My Graphic Novel is (mostly!) Out!
Last fall, I was commissioned by Petersen Games to write a graphic novel adaptation of their upcoming board game Planet Apocalypse. The game itself is designed by Sandy Petersen, who you might know from the original DOOM computer game from the 90s. This new board game shares similar DNA, with a storyline about a demonic invasion of earth, and the hapless human defenders who must save the remnants of humanity. There’s lots of blood and gore, and if you liked the old DOOM game you might appreciate this one, too.
That being said, I went into this project with my anxiety riding high, because I’d never written a comic before. How do you do it? Every industry has their best practices, and I had no idea what they were for comics.
Fortunately, there was help out there. My good friend Chris Helton who runs the Dorkland blog knows a metric buttload about comics and pointed me in the right direction. First off the greatest resource was the book Understanding Comics. If you’re remotely interested in the medium, read it. It’s a great look at the history of comics as a medium, and how they work to tell stories.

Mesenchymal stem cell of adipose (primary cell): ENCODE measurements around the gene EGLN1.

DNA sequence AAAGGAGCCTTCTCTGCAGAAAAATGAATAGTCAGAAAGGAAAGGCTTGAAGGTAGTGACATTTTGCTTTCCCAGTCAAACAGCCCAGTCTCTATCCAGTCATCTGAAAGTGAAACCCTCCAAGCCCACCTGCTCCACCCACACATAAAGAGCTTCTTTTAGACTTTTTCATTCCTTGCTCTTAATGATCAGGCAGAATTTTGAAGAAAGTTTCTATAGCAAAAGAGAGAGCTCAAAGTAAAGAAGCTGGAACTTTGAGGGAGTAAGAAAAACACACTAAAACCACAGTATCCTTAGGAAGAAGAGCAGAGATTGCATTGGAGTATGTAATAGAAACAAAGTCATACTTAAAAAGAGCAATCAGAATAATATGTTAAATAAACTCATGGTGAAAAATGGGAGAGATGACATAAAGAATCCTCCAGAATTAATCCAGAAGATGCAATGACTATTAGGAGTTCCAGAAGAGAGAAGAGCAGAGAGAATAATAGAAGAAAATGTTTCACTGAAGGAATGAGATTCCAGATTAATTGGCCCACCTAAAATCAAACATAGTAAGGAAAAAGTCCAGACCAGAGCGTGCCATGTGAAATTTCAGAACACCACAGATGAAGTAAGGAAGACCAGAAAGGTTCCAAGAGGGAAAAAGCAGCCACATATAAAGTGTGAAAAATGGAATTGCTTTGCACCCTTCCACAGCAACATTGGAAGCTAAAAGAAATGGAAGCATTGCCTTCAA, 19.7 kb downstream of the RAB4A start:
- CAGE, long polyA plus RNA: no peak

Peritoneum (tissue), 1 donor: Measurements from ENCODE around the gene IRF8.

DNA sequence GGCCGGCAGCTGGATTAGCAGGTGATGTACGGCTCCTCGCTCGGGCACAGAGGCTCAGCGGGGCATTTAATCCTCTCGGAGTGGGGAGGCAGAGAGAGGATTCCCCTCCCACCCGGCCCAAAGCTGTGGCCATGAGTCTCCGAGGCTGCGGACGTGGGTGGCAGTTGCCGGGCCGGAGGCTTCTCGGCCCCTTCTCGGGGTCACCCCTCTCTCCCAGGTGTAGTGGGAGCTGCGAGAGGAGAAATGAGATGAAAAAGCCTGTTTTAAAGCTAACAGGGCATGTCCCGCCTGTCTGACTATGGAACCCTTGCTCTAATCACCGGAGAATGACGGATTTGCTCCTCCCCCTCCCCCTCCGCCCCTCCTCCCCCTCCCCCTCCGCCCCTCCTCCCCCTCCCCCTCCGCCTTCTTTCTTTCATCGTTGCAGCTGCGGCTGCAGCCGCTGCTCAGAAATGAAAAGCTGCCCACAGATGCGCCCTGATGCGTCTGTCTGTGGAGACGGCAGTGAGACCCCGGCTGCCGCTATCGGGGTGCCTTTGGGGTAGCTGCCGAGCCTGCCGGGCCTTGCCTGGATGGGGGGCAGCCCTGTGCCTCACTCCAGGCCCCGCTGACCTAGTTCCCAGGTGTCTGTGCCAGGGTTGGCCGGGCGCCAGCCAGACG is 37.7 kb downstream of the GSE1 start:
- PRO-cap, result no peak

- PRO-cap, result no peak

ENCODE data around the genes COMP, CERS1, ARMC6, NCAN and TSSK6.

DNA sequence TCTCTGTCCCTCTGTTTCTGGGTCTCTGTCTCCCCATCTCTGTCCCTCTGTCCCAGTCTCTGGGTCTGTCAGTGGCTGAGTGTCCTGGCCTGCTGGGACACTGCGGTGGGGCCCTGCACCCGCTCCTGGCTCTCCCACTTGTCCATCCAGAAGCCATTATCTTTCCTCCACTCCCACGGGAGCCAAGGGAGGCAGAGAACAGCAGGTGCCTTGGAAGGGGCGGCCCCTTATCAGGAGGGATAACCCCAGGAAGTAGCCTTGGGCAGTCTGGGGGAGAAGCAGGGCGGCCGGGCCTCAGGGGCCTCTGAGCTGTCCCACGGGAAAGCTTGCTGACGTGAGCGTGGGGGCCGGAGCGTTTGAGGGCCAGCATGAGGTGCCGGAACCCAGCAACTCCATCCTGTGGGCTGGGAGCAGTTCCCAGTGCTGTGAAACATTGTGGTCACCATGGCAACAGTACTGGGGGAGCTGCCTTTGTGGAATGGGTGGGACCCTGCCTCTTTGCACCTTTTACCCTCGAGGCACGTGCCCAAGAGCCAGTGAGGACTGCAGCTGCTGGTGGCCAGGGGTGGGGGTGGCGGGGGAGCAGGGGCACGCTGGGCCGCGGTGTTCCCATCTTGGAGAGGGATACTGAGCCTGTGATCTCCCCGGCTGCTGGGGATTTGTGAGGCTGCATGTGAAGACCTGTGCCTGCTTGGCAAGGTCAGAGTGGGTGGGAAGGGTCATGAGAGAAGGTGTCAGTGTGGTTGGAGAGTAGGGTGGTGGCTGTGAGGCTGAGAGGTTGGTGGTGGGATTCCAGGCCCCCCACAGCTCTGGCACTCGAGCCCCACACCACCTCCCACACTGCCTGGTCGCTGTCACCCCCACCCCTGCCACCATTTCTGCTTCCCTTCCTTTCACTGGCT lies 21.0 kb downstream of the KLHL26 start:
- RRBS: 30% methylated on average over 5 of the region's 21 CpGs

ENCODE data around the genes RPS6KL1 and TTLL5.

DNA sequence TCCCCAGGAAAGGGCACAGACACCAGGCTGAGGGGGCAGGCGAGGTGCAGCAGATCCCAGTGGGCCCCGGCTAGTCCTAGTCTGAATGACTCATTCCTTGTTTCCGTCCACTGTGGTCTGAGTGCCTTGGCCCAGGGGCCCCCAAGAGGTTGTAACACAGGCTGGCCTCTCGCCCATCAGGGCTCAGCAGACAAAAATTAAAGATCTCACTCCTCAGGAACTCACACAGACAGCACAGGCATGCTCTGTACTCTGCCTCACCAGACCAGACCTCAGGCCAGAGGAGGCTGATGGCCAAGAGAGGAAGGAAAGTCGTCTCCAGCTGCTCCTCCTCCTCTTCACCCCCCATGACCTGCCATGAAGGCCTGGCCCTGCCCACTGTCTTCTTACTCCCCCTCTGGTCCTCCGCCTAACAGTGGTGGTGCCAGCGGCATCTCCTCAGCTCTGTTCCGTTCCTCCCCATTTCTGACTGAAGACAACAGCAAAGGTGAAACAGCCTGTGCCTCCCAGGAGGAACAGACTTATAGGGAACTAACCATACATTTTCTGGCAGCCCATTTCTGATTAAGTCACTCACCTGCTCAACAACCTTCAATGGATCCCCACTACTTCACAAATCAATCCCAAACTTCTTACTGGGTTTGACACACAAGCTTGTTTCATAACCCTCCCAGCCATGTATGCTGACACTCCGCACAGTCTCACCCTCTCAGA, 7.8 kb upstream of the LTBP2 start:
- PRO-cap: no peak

The main thing I learned in that book was about the pacing of visual stories via the medium of comics. Also fortunately, this confirmed my suspicion that I could fall back on my degree. Years ago, back in the dim dark period before the rise of the internet, when modems screamed like banshees (c. 1989) I went to SF State (go ‘Gators!) and got a degree in film production, with an emphasis on screenwriting and directing. One of my Directing professors had said something that stuck with me over the years: “if you really want to understand storyboarding, read comics.”
And this was absolutely true. As I was writing the comic, I realized it was sort of a combination of writing a screenplay and blocking one out as a director/cinematographer would do. Framing, pacing, all that just clicked into place as I started writing.
The process was really interesting. I was writing the book a chapter at a time (roughly 24 pages) and handing them off to the artist. By the time I was deep into the next chapter, I was starting to see sketches come back of what my script was directing him to draw. And when those pages then got inked, and the colorist took over with her magic, the whole thing just started to blow me away.
Well, I think the thing turned out pretty great. It was released just this past weekend at the GenCon convention in Indianapolis. From everything I’ve been led to believe, it should be available to purchase via Amazon and all the usual suspects in the near future. I’ll be sure to let everyone know when it’s available.
Hope you like it!